Scientists from the University of Illinois at Chicago believe their newly developed 4D materials are 'excellent candidates' for bioengineering human tissue


4D materials can change their shape when exposed to certain stimuli, such as water or light (Credit: Shutterstock)

An American research team has developed new 4D, hydrogel-based materials that change shape in response to certain stimuli – and believes they could be a “next generation” innovation in the bioengineering of human tissue and organs.

These unique substances, created by scientists at the University of Illinois at Chicago (UIC), can curl up and form tubes upon coming into contact with water.

This characteristic makes them “excellent candidates” for bioengineering human blood vessels and other tubular structures in the body.

And, unlike many other 4D materials – three-dimensional materials that change shape over time when exposed to certain stimuli – the hydrogel-based scaffolds created by the researchers are both cell-compatible and biodegradable, giving them even greater potential in the field of advanced tissue engineering.

In a paper published in scientific journal Advanced Functional Materials, the UIC team stated that these scaffolds swell as they absorb water, and this swelling can be manipulated by altering certain aspects of the hydrogel material’s makeup.

Not only does this mean the scaffold can curl into a ‘C’ shape – forming a circular, tube-like structure if it bends far enough – but the Chicago-based researchers also found it’s possible to control the timing, and the extent, of the shape change that occurs.

They even described how they were able to embed bone marrow stem cells into the hydrogel at “the highest density of cells ever recorded for 4D materials”, and keep them alive.

This meant they could induce the hydrogel scaffolds to form bone- and cartilage-like tissues – an advancement in bioengineering holding significant potential for real-world, practical applications.

Yu Bin Lee, a biomedical engineering postdoctoral researcher at UIC and first author on the paper, said: “Using our bilayer hydrogels, we can not only control how much bending the material undergoes and its temporal progression, but – because the hydrogels can support high cell densities – they more closely mimic how many tissues form or heal naturally.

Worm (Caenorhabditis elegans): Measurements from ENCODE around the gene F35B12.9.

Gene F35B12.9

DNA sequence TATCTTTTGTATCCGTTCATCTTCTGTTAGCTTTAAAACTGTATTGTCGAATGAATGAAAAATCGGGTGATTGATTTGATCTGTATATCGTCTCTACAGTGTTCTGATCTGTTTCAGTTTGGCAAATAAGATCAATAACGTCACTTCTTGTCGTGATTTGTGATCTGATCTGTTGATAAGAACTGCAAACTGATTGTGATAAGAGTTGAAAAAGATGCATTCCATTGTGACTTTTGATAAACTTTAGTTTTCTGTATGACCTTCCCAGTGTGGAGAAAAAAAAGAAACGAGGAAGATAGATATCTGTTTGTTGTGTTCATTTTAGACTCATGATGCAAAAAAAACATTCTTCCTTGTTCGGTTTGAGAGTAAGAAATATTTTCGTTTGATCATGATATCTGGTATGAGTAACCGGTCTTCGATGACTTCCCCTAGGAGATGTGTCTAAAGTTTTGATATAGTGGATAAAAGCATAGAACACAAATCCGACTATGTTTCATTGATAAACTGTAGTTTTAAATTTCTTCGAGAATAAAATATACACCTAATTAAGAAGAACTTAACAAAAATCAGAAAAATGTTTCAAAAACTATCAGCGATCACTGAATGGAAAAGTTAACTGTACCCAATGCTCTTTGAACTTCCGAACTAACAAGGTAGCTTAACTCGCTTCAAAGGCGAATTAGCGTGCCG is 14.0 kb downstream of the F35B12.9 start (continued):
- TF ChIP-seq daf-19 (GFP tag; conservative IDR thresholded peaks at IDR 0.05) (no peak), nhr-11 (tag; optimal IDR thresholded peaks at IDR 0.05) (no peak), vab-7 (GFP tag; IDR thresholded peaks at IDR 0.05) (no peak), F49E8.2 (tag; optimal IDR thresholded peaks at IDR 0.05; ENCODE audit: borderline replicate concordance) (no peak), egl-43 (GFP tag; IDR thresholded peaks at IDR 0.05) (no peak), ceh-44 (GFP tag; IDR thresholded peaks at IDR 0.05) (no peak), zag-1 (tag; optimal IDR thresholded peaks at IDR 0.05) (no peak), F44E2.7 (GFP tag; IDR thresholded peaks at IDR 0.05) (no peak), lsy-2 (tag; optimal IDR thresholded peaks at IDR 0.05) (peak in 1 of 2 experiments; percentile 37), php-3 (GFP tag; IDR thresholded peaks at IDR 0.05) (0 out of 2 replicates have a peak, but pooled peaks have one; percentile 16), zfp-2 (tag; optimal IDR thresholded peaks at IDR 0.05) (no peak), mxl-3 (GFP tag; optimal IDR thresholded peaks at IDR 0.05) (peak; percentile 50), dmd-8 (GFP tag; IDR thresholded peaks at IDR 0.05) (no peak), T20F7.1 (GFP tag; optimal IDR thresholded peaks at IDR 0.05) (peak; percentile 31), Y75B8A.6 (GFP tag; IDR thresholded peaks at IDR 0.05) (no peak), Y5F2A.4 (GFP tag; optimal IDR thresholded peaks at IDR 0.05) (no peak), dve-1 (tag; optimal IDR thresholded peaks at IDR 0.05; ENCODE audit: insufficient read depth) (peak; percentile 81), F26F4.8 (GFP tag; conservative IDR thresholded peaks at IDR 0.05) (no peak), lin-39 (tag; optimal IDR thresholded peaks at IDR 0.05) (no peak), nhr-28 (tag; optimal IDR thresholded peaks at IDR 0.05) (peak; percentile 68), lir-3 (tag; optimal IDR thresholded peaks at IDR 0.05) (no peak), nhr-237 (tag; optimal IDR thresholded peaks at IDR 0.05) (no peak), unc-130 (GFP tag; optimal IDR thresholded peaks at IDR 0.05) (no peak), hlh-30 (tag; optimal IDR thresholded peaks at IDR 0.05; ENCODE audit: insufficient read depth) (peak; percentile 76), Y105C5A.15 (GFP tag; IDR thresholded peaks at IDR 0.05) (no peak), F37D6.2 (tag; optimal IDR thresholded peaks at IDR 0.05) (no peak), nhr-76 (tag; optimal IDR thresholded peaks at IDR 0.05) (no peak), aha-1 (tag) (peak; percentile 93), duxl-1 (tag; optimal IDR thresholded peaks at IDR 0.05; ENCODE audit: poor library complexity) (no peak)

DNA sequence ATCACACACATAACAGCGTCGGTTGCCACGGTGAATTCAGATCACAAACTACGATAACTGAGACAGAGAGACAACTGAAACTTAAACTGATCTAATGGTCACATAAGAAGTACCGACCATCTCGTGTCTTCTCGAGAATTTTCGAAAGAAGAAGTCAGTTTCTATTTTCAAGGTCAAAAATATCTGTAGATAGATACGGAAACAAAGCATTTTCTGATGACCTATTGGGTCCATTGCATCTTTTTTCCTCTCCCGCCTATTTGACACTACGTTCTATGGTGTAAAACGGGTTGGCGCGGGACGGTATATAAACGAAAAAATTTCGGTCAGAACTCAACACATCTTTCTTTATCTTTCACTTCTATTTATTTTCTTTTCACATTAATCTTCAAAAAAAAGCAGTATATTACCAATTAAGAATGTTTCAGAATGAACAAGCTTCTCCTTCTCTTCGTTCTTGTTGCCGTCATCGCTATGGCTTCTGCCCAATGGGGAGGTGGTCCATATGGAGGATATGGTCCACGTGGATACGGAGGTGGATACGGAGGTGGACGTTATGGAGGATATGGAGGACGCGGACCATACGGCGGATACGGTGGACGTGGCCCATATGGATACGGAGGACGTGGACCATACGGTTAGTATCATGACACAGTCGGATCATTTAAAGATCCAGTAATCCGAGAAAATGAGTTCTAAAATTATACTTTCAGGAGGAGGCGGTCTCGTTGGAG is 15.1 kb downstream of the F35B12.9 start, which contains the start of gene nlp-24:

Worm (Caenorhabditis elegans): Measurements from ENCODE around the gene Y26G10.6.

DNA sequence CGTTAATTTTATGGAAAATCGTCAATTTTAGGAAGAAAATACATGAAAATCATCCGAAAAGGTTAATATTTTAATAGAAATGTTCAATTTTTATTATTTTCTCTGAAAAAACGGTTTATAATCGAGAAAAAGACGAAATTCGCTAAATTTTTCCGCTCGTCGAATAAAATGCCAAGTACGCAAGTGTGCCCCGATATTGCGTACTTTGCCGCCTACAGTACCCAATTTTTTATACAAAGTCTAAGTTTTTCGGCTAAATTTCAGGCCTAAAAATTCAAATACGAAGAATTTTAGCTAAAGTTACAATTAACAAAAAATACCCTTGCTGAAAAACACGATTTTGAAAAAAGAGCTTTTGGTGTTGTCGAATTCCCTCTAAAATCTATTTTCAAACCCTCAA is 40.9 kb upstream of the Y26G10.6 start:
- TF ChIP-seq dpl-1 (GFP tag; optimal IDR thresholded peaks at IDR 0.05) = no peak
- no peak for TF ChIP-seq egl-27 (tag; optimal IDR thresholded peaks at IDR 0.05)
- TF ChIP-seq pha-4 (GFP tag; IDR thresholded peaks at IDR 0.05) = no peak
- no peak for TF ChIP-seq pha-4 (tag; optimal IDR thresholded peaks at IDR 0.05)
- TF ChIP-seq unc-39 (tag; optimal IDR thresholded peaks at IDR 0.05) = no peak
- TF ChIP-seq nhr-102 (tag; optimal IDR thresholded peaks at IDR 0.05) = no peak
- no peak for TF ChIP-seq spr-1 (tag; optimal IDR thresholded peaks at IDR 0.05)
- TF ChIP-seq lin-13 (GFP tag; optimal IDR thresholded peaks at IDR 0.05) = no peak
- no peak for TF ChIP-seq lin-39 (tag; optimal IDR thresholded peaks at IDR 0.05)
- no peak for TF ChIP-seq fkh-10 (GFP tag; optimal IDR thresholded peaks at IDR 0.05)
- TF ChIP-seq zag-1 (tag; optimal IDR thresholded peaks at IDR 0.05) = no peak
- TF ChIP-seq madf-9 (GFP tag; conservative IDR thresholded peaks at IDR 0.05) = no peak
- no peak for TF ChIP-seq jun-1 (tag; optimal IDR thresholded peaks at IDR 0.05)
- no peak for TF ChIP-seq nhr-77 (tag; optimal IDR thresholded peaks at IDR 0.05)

“This system holds promise for tissue engineering, but may also be used to study the biological processes involved in early development.”


Why new materials are required in bioengineering tissue

In nature, embryonic development and tissue healing often involve a high concentration of cells, and complex architectural and organisational changes, that ultimately result in the tissue’s final morphology and structure.

In tissue engineering, traditional techniques have involved, for example, culturing biodegradable polymer scaffolds with cells in biochambers filled with liquid nutrients that keep the cells alive.

Over time, when provided with appropriate signals, the cells multiply in number and produce new tissue that takes on the shape of the scaffold as the scaffold degrades.

One example of this can be seen in an ear-shaped scaffold, seeded with cells capable of producing cartilage and skin tissue, which may eventually become a transplantable ear.

However, a geometrically static, 3D scaffold can’t enable the formation of tissues that dynamically change their shape over time, nor can it facilitate interactions with neighbouring tissues that change shape.

The high density of cells required in tissue growth and healing is also typically not used, or supported, by existing scaffolds.

This is why the 4D, gelatin-like hydrogel scaffolds developed by the UIC researchers hold such promise. Not only are they able to change their shape when exposed to water, but they have also been shown to support very high densities of cells, and can therefore be heavily seeded.